How many of us can say that we actually enjoy going to the dentist? It’s not an inherently appealing activity. It’s useful and necessary, sure. But what’s so great about sitting in a chair, head tilted backwards and having to keep your mouth open for a long period of time which leads to discomfort, all while listening to the “soothing” sound of a drill and savoring the typical smell of disinfectant and the materials used for fillings? You can’t even see what’s going on inside your own mouth. 

So it’s not at all unusual to not feel any enthusiasm when having to make an appointment. It may also be part of our culture from the time when dental anesthesia became safe enough to be widely used and most visits to the dentist resulted in tooth extraction. 

Ironically, one of the most common dreams people have is that their teeth are falling out.

Teeth Dreams. What Do They Mean and Why Do We Have Them?

Teeth dreams or TD are 
one of the most common, recurrent themes in people’s dreams. Surveys found that 39% of respondents had at least one, 16.2% have had several and 8.2% have them on a regular basis. 

They typically involve teeth falling out, teeth rotting or breaking. 

They’re so common that explanations were offered by Artemidorus in Ancient Greece – he thought they were linked to paying one’s debts, by the Jewish Talmud – impeding death of someone from the family (the connection to death was far-reaching belief for many years)  and Jung said that for women it meant an association to giving birth. 

Freud linked TD with sexual elements, that’s not very surprising, but he also suggested that they might be caused be some sort of dental stimuli, an idea that was explored by others in his time as well. 

further study investigated the hypothesis that the sensations produced by bruxism – the tendency to grind your teeth during sleep, is what leads to teeth dreams. An estimated 85 to 90% of the population grind their teeth at least occasionally so this theory might be valid, especially since most people don’t realize they’re doing it unless someone else hears the noises and tells them.  

Dental Anxiety vs. Dental Phobia

We already established that not many people look forward to going to the dentist but some report feeling fear and stress at the prospect of entering their dentist’s office, this is called dental anxiety. When the symptoms are especially severe, to the point that they avoid going completely, even if they have to put up with considerable amounts of discomfort or pain, we’re talking about 
dental phobia

If you feel physically ill at the mere thought of having to see the dentist, you feel like crying and being in the waiting room makes you even more tense and jittery you probably have a phobia. Some people start to panic when they sense the 
specific smell associated with the setting to the point that they have problems breathing during the procedures. 

The consequences are that they avoid going, this leads to worsening dental issues that require more complex treatments which, in turn, are even scarier for the patients in a sort of vicious circle. If their intense fear hadn’t caused them to miss out on regular check-ups, 
prophylaxis – teeth cleaning, removing tartar which prevents gum disease and they had had their cavities looked at early on, they wouldn’t have needed the treatments that further feed their anxiety

Causes of Dental Phobia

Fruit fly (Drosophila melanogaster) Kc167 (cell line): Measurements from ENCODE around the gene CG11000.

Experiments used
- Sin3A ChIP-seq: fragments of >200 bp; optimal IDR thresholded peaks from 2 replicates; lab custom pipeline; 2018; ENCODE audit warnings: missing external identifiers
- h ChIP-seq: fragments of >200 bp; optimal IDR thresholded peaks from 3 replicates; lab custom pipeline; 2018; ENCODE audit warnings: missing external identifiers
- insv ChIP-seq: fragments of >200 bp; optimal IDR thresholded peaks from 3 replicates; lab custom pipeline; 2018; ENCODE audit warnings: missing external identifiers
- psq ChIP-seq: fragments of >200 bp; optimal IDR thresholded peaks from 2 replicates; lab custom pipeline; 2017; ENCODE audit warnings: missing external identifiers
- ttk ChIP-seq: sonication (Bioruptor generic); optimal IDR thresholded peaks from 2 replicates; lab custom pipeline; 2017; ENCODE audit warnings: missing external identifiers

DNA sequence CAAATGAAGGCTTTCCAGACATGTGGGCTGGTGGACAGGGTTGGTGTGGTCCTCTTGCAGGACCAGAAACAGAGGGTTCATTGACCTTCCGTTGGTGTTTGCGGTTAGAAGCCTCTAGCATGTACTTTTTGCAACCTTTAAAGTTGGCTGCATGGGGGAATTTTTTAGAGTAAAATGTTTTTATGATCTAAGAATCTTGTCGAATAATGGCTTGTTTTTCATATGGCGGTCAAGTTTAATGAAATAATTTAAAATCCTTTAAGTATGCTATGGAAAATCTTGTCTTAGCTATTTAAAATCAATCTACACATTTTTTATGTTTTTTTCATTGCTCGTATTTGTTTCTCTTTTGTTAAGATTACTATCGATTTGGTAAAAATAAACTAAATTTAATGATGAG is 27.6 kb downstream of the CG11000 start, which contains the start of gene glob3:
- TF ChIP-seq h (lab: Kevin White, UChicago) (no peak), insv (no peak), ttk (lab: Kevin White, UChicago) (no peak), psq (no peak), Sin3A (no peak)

Both dental anxiety and phobia can be 
linked to other conditions like generalized anxiety disorder, agoraphobia, social anxiety, depression, mood disorders and PTSD as numerous studies have shown.

Many people may have had a negative experience with dentists while they were children and this has made a lasting impression. 

The fear of injections or fear of needles can be another cause for avoidance as local anesthesia is often needed for procedures like root canals. 

Some view their mouths as a very intimate part of their bodies and having the dentist look inside or do work on their teeth is seen as extremely intrusive. In some cases, it’s also the physical closeness from the dentist’s face being mere inches away from theirs. They can get nervous or feel embarrassed or ashamed, thinking that they’re being judged for the state of their teeth or that the staff is making assumption about their overall level of cleanliness. 

For others, the anxiety results from 
not being in control of the situation, not being able to see what’s happening, not being able to speak and to predict what’s going to happen next. Similar to how some people find it scarier to be in the passenger’s seat than driving the car themselves. 

Options for Managing Dental Anxiety

Of course, dentists are aware of the fact that once they put on their white coats they become very frightening to the general population and that’s why you’ll see that many try to make their offices look friendly and welcoming, they’ll play soothing music on the background and keep talking to the patients informing them of everything they’re doing. It’s a bit difficult to keep the conversation going if your interlocutor answers through facial expressions and nods. 

One options is 
sleep sedation dentistry which is normally used for more invasive procedures but it’s safe for more routine treatments as well, if the patient experiences high levels of anxiety. 

On the other hand, some people are afraid of this level of anesthesia and, in this case, there are other possibilities. 

Sedation through 
nitrous oxide or laughing gas can help patients relax during the appointments while they remain awake. It has the added benefit of being administered through a mask so it’s not invasive, and it gives a very pleasing state.  

A short acting, single dose of anxiety relieving medication can be prescribed by your GP or dentist but it’s better to have someone accompany you to the appointment since you’re not allowed to drive afterwards so you’d need to take a taxi. 

Author's Bio: 

Cynthia Madison